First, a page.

(Bloomberg) -- European potato prices are soaring as heavy rains leave spuds mired in the mud, curbing supplies just as demand for the Christmas-dinner staple rises. 

Farmers in Belgium, France and the UK have sidelined tractors, which have difficulty navigating waterlogged fields, limiting collection. The crops risk rotting if left too long. Potato futures in Europe are now trading at the highest seasonal level in at least 14 years. 

“It has pretty much just rained and rained,” said David Mitchell, director at supplier Mitchell Potatoes Ltd., near Rugby in central England. A cold snap last week also froze spuds in the ground after months of the land being “very sticky,” he said.

The surge in potato prices is the latest example of a growing number of crops affected by climate change. Futures for the commodity, although thinly traded, spiked in May due to heavy rains. Wet weather has also risked wiping out part of the continent’s sugar beet harvest and has delayed winter grain plantings in France.

Most potatoes are harvested by late autumn, but around 15% of the Dutch crop remained in the ground in November, according to the North-Western European Potato Growers foundation. The Netherlands was the continent’s fourth-largest producer in 2022, after Germany, France and Poland.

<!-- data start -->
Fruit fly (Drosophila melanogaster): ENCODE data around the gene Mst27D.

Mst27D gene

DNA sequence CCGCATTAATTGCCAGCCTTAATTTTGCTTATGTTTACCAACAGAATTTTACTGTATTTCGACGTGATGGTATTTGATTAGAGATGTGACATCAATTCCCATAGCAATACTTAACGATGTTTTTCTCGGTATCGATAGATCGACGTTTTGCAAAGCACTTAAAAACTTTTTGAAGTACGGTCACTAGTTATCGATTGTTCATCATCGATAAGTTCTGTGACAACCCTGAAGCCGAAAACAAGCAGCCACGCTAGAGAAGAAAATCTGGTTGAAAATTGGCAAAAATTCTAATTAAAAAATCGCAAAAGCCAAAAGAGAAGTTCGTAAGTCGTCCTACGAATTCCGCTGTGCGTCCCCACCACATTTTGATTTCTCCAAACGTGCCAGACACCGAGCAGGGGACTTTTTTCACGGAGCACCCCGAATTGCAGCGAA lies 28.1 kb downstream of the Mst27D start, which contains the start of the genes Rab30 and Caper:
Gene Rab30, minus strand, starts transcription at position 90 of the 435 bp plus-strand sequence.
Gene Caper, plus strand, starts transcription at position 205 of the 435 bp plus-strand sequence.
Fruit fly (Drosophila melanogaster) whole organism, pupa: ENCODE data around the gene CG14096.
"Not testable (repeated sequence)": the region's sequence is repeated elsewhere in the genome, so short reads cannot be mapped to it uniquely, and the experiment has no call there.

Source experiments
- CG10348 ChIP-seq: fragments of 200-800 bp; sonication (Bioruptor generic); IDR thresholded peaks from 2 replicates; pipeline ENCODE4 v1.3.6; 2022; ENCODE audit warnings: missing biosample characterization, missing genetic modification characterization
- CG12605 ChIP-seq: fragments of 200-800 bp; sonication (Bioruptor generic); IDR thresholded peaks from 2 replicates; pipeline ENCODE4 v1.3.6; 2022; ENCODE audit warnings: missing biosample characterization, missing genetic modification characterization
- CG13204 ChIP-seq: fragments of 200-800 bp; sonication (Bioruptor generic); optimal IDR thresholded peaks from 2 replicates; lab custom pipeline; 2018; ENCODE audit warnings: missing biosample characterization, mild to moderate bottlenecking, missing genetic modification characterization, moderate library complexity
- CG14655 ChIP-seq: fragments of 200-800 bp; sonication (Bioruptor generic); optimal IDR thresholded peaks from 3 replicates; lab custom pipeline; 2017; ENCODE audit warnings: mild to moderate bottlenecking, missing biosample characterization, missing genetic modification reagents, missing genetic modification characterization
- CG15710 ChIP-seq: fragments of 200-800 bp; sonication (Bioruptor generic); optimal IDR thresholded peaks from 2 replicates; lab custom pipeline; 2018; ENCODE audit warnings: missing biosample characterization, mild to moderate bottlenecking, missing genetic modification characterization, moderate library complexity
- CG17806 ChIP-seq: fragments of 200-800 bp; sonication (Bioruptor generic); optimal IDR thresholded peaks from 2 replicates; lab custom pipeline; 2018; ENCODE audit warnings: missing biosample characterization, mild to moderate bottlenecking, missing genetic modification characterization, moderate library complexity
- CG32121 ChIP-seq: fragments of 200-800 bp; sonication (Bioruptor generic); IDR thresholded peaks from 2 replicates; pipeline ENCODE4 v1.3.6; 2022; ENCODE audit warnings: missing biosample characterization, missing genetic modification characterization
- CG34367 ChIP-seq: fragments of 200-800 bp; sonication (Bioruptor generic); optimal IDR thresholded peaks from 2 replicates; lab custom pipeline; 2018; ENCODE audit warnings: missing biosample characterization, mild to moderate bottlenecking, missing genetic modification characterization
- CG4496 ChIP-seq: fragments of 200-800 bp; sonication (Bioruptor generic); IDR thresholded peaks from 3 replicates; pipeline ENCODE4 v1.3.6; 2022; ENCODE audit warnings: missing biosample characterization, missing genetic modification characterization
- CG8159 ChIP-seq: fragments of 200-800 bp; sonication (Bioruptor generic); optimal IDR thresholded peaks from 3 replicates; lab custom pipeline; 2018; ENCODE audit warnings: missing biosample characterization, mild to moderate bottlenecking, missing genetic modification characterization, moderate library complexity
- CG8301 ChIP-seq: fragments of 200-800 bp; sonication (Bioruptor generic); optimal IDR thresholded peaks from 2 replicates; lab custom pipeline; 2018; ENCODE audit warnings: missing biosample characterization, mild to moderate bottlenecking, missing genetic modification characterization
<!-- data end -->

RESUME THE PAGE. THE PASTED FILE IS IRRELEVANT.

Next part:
Shortages are also hitting packing potatoes, the varieties sold in smaller quantities to consumers in supermarkets. It’s driving a “flurry of activity,” said Harry Campbell, a fruit and vegetable analyst at Mintec. “A lot of pack houses are trying to secure their Christmas stocks now.”

That risks adding to the costs of meals during the festive season.

The wholesale prices of Maris Piper potatoes — a fluffy, white, versatile variety used for baked potatoes, fries and roasting — show the squeeze. Last week prices were up 158% on the year, at £465 per metric ton, according to Mintec.

Elevated wholesale prices have been feeding through to consumers. In France, annual inflation for potatoes was at 19% in October, the latest available data, while overall inflation was at 4.5% that month. 

With supply security precarious, farmers are reserving crops to meet pre-arranged contracts rather than enter into the more volatile spot market, according to Campbell.

But pain from the delay in harvesting is expected to weigh on supplies into the new year. “Even if you get them out before they’ve completely rotted, you aren’t able to store them for long periods of time,” he said. 

©2023 Bloomberg L.P.